Had to Stop When I Started Having Children”: Shaquille O’Neal Confesses Ending “Crazy” Habit After Fatherhood

Had to Stop When I Started Having Children”: Shaquille O’Neal Confesses Ending “Crazy” Habit After Fatherhood

It’s well known that Shaquille O’Neal was 7’1″ and 300+ lbs of fury when he got mad. Backboards and an NBA pro or two have been at the receiving end of his anger. Off the court, it was mostly furniture. The Big Aristotle has taken out the anger of defeats on anything from the locker room to his mansions. These days, Shaq looks back on his temper tantrums with humor. With the benefit of hindsight, he knows he accomplished a great feat to get over his violent tendencies. And the credit for that goes to his children.

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JJ Redick returned the favor of The Big Podcast by dragging Shaq to The Old Man and the Three podcast so he could ask the hard questions. When Redick mentioned that he couldn’t imagine the kind of media coverage O’Neal would get in today’s NBA, Shaq agreed. “So in Orlando, when I first got to LA, if I lose a game, I tear my house up.” Those would be some wilder headlines than it was in the early ’00s. But it’s a thing of the past. “I had to stop when I started having children and which actually helped me.”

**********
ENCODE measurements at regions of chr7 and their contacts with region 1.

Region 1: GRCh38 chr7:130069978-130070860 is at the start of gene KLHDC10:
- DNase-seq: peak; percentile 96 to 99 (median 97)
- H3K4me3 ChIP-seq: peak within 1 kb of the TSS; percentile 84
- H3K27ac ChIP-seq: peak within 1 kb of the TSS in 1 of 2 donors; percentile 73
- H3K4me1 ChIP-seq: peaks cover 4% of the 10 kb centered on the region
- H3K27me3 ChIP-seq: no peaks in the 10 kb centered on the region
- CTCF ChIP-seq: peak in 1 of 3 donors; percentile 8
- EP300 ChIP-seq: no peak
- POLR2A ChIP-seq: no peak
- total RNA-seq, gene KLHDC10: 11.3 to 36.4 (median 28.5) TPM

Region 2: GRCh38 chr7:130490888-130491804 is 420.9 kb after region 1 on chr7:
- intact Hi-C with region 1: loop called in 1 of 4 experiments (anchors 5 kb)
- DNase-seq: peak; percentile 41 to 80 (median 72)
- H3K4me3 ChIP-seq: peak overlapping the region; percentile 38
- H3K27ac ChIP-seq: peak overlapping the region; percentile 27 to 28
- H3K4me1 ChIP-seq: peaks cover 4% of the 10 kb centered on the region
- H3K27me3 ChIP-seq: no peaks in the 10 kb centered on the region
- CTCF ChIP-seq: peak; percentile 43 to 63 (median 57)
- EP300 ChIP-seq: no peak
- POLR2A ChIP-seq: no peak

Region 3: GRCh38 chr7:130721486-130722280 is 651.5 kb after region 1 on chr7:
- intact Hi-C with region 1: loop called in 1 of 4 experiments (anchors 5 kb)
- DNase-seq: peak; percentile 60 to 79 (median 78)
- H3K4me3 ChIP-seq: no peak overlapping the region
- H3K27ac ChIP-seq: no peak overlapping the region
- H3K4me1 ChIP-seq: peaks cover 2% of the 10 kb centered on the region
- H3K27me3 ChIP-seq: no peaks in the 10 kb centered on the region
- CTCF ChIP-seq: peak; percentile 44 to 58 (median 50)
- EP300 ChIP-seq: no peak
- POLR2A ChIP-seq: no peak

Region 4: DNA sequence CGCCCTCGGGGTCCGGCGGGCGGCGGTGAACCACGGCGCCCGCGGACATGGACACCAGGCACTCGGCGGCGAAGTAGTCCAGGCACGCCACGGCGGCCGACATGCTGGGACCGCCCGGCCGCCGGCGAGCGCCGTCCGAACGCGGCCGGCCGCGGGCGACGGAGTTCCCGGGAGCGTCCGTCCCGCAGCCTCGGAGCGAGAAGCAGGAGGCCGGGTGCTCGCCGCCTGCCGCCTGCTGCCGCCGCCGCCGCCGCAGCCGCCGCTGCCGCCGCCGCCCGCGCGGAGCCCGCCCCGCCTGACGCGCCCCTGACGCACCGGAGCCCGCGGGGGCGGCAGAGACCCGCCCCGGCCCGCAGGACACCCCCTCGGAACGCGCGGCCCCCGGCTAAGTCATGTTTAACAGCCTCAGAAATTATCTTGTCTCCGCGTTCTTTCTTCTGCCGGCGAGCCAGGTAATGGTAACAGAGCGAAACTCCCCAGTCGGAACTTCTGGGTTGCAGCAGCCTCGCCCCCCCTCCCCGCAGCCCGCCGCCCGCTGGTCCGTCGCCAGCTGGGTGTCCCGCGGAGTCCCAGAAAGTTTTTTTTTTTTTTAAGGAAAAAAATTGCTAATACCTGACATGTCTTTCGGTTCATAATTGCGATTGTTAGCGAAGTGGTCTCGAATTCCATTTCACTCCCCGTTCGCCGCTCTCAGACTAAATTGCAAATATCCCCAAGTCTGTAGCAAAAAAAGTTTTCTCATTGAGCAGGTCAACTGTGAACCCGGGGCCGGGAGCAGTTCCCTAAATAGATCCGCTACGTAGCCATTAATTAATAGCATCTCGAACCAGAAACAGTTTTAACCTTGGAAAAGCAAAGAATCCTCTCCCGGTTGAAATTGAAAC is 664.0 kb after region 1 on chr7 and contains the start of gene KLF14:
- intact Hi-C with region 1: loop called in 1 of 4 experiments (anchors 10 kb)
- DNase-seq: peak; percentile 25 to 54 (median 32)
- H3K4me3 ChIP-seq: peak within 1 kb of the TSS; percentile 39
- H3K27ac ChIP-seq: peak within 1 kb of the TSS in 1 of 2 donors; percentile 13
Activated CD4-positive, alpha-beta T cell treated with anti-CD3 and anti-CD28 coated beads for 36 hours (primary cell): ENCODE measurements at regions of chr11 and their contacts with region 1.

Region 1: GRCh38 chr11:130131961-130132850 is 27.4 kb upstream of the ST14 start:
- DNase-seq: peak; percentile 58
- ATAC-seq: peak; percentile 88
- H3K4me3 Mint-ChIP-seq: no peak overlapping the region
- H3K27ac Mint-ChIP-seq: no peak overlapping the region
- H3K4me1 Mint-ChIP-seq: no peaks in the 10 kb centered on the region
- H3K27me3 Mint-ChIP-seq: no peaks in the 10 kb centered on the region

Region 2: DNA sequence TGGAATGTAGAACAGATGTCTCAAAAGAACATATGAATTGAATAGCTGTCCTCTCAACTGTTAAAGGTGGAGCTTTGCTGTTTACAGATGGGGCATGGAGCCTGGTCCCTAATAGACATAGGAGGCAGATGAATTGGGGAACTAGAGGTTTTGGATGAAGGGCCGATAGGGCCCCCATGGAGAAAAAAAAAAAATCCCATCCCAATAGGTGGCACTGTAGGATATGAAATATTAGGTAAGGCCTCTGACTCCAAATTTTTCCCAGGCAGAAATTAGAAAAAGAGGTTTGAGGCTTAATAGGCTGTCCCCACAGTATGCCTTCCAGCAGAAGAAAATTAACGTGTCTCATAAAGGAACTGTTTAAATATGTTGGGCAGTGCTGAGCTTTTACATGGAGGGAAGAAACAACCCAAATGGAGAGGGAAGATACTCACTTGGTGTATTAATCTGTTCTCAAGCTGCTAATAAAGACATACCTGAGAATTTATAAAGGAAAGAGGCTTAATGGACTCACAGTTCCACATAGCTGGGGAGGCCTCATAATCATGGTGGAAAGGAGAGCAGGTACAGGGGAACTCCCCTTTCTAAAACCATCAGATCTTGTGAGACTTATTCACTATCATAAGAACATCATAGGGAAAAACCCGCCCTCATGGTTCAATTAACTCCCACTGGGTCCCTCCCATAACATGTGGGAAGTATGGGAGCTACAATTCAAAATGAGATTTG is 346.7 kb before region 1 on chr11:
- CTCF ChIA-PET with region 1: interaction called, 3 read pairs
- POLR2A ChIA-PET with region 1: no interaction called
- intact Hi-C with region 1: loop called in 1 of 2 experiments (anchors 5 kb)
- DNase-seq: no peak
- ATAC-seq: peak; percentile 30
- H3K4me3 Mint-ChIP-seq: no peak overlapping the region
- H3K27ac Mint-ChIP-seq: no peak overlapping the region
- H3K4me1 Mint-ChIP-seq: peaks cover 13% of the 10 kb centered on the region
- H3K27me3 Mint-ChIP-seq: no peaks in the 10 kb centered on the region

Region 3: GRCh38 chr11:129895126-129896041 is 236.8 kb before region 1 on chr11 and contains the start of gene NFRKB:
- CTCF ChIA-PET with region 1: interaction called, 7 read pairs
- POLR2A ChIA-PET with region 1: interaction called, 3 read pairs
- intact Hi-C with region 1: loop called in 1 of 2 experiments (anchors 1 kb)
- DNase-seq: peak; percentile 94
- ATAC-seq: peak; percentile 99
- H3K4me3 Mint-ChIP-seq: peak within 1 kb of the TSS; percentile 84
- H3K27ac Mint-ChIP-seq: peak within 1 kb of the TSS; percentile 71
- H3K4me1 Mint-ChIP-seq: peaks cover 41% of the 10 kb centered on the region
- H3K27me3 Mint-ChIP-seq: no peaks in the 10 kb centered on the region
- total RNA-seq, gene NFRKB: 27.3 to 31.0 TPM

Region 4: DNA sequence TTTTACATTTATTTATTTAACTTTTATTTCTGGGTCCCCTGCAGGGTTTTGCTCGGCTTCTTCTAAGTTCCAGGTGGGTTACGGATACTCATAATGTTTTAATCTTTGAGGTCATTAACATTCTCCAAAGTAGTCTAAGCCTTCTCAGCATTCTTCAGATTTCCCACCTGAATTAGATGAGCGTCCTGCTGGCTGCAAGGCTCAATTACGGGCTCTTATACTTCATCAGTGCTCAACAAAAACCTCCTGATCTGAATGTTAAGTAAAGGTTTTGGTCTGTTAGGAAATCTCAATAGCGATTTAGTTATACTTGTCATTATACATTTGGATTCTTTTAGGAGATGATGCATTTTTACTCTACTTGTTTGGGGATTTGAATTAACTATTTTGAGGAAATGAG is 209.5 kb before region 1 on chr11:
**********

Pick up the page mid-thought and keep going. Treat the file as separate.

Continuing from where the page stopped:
The biggest benefit was that O’Neal learned to put a game behind him when he returned home. Before he was a dad, he admitted he was horrible to everyone around him because he was obsessed with the game. While all his kids had a grounding effect, Shaq has mentioned before that Taahirah gets most of the credit for toning him down before the other kids.

Having children made him understand the impression and impact he had on those close to him. The dad of six said he’d go “f**king crazy” when he lost a game. He’d think about his missed shots and free throws and instead of venting in the gym, he’d destroy windows, TVs, and the furniture. But when his first child, Taahirah, was born, “Soon as I walk in the door I had to turn that off.” Looks like fatherhood has a positive impact on him and helped him curb his destructive impulses. But he racked up the number of instances of violence quite a bit before he became a fathe

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